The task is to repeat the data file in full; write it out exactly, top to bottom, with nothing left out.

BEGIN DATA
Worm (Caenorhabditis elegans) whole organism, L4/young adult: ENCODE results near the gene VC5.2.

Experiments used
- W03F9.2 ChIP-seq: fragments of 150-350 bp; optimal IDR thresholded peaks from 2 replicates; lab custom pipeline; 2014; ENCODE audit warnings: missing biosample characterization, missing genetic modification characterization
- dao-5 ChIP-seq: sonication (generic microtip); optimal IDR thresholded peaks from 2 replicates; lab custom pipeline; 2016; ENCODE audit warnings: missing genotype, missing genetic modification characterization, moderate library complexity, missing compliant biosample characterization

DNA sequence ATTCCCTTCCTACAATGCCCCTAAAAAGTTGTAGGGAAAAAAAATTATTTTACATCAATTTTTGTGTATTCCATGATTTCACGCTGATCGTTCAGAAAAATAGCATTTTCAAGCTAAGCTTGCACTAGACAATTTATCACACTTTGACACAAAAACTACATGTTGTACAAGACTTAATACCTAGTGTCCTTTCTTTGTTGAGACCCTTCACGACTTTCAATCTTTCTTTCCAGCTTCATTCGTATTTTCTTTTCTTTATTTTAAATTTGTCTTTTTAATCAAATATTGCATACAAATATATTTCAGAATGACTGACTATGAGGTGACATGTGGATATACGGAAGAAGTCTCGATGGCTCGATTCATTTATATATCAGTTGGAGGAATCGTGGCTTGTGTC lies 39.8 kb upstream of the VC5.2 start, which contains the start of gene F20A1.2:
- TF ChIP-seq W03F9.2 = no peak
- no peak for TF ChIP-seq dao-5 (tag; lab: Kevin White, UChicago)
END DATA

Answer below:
Worm (Caenorhabditis elegans) whole organism, L4/young adult: ENCODE results near the gene VC5.2.

Experiments used
- W03F9.2 ChIP-seq: fragments of 150-350 bp; optimal IDR thresholded peaks from 2 replicates; lab custom pipeline; 2014; ENCODE audit warnings: missing biosample characterization, missing genetic modification characterization
- dao-5 ChIP-seq: sonication (generic microtip); optimal IDR thresholded peaks from 2 replicates; lab custom pipeline; 2016; ENCODE audit warnings: missing genotype, missing genetic modification characterization, moderate library complexity, missing compliant biosample characterization

DNA sequence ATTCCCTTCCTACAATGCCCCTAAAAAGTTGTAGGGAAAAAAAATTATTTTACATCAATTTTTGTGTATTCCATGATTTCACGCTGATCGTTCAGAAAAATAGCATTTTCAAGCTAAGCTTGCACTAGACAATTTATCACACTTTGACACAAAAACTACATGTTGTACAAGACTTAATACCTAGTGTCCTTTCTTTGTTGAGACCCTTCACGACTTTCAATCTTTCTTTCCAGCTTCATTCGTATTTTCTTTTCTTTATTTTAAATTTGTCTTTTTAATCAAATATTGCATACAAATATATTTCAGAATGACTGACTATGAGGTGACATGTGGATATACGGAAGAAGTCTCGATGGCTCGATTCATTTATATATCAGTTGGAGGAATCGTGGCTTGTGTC lies 39.8 kb upstream of the VC5.2 start, which contains the start of gene F20A1.2:
- TF ChIP-seq W03F9.2 = no peak
- no peak for TF ChIP-seq dao-5 (tag; lab: Kevin White, UChicago)